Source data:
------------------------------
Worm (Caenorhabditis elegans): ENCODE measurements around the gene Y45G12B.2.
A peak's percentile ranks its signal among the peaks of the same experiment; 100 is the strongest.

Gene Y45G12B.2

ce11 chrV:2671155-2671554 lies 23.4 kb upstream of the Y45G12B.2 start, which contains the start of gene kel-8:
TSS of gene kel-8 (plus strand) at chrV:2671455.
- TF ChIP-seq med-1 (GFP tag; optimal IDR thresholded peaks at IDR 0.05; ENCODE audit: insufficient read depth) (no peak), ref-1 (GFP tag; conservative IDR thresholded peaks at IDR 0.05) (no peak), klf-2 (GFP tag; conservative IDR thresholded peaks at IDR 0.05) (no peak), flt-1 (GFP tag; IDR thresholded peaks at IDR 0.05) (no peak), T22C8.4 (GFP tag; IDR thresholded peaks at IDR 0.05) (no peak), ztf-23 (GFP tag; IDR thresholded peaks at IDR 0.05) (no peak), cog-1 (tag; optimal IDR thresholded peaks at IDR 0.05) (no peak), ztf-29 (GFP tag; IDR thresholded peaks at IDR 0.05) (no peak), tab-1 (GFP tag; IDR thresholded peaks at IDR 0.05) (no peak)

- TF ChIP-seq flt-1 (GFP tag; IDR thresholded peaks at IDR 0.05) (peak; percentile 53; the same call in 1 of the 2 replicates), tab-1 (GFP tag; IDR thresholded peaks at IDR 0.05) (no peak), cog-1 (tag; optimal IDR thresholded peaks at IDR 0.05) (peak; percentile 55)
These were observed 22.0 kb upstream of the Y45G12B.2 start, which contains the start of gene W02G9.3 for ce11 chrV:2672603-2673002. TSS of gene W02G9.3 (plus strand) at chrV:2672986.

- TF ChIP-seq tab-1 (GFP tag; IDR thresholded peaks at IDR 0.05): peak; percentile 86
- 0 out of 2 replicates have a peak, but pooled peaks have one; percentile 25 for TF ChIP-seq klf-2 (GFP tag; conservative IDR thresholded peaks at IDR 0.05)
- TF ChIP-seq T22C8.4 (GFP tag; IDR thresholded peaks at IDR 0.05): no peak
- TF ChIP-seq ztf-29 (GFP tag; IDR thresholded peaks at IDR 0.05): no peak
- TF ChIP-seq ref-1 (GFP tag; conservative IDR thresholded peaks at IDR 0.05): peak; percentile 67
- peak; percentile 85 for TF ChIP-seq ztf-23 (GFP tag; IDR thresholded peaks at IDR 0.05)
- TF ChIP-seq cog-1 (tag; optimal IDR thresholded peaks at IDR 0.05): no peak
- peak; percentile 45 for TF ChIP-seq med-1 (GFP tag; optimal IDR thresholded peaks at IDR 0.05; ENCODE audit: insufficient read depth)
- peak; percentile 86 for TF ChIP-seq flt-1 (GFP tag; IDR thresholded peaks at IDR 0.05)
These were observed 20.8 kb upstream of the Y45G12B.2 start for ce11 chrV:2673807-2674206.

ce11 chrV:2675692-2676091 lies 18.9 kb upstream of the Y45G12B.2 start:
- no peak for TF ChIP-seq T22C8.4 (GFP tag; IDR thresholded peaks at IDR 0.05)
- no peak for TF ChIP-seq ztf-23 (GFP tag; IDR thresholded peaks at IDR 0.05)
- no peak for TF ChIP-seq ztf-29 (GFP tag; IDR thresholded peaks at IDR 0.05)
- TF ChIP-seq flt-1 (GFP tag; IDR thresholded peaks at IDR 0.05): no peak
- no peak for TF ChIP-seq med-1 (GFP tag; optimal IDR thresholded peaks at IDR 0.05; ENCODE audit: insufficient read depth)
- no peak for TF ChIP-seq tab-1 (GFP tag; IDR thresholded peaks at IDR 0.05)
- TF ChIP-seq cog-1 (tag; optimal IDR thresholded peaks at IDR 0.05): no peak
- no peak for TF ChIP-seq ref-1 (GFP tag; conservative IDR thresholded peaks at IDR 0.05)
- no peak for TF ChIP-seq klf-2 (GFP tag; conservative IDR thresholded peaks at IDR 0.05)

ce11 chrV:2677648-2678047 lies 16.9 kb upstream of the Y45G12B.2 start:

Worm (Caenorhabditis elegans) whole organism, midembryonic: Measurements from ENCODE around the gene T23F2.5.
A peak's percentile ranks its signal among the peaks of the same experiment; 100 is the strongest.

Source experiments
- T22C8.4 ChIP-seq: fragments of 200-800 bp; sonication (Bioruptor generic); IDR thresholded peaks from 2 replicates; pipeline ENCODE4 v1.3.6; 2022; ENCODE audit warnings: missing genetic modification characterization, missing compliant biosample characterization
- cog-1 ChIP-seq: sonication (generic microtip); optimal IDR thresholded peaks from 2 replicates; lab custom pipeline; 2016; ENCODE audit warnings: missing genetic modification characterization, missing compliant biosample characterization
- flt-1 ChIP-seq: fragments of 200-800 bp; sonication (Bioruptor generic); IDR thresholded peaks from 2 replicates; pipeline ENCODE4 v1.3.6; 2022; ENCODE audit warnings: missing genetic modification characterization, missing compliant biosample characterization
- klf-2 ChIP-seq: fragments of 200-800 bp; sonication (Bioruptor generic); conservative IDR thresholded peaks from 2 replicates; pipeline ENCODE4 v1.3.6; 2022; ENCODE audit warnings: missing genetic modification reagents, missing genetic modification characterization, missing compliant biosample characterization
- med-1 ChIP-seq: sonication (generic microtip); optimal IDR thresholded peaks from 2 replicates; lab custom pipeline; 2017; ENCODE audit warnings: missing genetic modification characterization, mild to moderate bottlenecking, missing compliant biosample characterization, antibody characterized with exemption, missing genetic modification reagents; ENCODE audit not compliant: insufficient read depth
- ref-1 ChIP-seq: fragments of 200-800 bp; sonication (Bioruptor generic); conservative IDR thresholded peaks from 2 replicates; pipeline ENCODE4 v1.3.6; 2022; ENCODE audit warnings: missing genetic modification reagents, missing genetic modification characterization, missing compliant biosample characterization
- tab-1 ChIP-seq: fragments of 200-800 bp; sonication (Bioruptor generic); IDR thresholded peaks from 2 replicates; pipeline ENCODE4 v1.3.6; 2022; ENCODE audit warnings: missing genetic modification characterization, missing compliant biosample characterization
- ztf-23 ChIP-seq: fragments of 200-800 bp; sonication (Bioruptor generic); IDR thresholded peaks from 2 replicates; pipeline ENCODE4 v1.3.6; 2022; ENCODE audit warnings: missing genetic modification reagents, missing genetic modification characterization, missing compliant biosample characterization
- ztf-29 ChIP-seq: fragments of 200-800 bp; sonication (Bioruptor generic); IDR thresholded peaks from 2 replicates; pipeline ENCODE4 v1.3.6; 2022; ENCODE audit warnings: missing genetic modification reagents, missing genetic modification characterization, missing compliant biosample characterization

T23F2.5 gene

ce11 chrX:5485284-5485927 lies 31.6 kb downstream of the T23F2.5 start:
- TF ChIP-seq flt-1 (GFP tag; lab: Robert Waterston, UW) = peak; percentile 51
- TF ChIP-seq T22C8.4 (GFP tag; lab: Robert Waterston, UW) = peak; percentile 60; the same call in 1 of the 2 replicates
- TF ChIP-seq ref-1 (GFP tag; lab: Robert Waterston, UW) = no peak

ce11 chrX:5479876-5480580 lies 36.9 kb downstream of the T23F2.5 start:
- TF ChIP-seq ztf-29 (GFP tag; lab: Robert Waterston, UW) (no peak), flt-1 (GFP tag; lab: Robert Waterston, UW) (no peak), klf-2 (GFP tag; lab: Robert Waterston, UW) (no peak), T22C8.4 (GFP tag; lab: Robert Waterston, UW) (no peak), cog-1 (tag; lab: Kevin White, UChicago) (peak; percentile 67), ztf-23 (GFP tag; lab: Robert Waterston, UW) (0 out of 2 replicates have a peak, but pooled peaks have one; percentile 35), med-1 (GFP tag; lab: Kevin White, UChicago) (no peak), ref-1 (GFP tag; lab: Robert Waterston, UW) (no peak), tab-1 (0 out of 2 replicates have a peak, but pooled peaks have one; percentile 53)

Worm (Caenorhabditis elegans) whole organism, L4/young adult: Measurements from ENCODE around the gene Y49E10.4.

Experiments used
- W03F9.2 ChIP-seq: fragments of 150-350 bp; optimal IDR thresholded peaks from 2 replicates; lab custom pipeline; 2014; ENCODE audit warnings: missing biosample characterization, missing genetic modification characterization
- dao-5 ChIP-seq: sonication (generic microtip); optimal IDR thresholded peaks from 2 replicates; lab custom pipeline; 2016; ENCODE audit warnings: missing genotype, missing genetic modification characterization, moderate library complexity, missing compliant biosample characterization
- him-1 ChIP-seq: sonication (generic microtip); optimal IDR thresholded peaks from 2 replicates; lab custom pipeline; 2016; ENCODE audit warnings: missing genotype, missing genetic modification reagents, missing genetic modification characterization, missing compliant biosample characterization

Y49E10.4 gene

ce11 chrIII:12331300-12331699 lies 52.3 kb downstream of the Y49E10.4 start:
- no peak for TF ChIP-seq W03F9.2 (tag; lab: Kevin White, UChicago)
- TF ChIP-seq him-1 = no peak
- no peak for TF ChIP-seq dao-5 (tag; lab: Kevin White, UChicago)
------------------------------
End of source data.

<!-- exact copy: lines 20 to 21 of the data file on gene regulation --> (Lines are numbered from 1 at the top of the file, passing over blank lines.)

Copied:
- no peak for TF ChIP-seq T22C8.4 (GFP tag; IDR thresholded peaks at IDR 0.05)
- no peak for TF ChIP-seq ztf-23 (GFP tag; IDR thresholded peaks at IDR 0.05)